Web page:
An interesting commentary in NATURE provides an overview of the concept that modern medicine should be seeking to increase the ‘healthspan’ rather than addressing individual diseases one by one. Since many diseases are linked to the gradual debilitation associated with old age, the thought is that by blocking those degenerative changes overall health, and perhaps even lifespan, will be enhanced.
Certainly studies in animals have begun to reveal the molecular underpinnings of degeneration during ageing. Thus the mTOR signaling system, telomerase, and damage mediated by free radical triggered inflammation are all clearly important. Drugs such as rapamycin that affect the mTOR system have been shown to extend lifetimes and ‘healthspans’ in animals. Despite this progress at the laboratory level there are many obstacles to implementing these concepts and approaches in clinical practice.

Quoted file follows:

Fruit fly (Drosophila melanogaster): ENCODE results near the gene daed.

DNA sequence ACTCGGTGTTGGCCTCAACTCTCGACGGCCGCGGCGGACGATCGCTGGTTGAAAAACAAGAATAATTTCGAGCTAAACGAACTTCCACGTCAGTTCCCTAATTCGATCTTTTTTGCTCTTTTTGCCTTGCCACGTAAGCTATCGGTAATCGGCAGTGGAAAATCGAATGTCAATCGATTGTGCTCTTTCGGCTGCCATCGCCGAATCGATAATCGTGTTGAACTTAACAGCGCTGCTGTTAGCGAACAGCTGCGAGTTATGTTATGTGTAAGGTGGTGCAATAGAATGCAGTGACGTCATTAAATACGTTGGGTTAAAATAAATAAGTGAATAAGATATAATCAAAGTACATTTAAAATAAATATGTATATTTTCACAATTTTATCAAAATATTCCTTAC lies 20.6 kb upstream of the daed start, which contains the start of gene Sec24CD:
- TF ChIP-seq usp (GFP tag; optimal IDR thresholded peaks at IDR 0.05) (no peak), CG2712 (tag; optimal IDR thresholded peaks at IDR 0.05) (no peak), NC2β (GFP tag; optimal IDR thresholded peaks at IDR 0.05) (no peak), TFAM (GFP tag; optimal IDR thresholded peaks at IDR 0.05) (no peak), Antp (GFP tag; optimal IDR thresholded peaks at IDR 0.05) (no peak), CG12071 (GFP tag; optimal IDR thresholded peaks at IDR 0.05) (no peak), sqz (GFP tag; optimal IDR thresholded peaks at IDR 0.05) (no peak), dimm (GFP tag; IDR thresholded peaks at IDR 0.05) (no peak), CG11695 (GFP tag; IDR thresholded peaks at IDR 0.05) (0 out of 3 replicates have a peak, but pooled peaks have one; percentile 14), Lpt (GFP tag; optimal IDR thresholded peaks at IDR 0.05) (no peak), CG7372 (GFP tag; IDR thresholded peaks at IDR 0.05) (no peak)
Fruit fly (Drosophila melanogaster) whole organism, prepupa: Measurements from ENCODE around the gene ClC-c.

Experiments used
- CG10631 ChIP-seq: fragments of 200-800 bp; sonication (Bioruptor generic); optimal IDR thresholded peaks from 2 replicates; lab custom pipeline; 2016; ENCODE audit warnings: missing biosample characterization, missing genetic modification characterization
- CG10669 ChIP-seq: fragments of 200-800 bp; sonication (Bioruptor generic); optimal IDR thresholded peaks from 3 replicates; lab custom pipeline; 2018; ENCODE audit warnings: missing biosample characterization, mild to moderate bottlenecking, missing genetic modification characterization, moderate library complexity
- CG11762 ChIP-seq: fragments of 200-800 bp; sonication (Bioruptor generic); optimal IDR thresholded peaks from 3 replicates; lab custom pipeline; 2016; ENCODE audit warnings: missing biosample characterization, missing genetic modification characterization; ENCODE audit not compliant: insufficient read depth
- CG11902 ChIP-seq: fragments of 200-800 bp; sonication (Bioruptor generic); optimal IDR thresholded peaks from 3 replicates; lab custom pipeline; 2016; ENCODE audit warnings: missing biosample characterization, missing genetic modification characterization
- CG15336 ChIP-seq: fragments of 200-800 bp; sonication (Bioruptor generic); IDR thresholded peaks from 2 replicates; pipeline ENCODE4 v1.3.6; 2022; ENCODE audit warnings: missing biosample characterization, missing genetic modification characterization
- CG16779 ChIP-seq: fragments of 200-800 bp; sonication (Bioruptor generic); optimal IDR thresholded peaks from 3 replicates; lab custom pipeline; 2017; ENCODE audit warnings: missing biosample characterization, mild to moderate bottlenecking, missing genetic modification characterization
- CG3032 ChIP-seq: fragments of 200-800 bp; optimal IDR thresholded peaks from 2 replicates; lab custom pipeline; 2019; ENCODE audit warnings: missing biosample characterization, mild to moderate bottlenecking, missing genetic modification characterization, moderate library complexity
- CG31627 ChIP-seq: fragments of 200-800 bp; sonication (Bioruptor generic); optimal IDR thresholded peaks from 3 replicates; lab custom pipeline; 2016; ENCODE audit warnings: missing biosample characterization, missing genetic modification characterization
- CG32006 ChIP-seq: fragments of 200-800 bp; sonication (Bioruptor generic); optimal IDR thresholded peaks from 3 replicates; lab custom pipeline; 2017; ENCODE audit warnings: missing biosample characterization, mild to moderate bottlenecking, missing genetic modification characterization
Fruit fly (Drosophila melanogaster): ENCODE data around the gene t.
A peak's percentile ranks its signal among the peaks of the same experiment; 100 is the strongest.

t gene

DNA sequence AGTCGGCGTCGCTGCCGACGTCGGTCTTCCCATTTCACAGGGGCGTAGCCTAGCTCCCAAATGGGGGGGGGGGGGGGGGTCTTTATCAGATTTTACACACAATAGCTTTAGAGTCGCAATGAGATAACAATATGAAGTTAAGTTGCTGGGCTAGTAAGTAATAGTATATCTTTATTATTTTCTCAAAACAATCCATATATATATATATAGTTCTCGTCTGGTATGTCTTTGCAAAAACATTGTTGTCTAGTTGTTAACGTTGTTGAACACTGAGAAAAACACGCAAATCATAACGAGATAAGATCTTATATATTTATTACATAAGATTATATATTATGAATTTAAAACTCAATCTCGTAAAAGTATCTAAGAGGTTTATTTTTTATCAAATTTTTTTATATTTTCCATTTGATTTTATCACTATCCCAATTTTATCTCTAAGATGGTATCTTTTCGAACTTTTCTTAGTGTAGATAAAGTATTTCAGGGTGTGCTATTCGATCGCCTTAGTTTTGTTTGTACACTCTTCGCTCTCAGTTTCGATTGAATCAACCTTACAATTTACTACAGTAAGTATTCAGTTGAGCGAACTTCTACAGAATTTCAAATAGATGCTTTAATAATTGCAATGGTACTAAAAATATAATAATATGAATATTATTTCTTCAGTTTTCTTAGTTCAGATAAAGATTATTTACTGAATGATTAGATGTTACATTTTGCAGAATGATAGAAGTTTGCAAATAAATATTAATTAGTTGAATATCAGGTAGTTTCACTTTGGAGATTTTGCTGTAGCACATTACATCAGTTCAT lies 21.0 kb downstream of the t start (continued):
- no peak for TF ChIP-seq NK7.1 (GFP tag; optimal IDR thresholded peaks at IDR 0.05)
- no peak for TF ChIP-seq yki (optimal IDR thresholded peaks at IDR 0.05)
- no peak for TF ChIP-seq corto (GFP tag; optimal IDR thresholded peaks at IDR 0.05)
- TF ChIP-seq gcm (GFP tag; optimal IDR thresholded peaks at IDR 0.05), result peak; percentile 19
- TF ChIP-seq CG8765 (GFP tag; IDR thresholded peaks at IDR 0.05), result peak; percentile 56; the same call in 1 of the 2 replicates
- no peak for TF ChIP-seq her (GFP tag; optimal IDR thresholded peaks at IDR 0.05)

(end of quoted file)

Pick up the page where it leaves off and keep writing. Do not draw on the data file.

One is funding. Research on ageing per se receives a tiny fraction of that received by cancer or cardiovascular disease research. Another is the lack of good tools and models that would allow study of ageing processes in animals in a manner parallel to the approaches used to evaluate ageing in humans. Since ageing studies can obviously be of very long duration, good surrogate markers would also be important. Finally our entire health care system is set up to be disease and procedure oriented rather than focusing on promoting the overall health of the individual.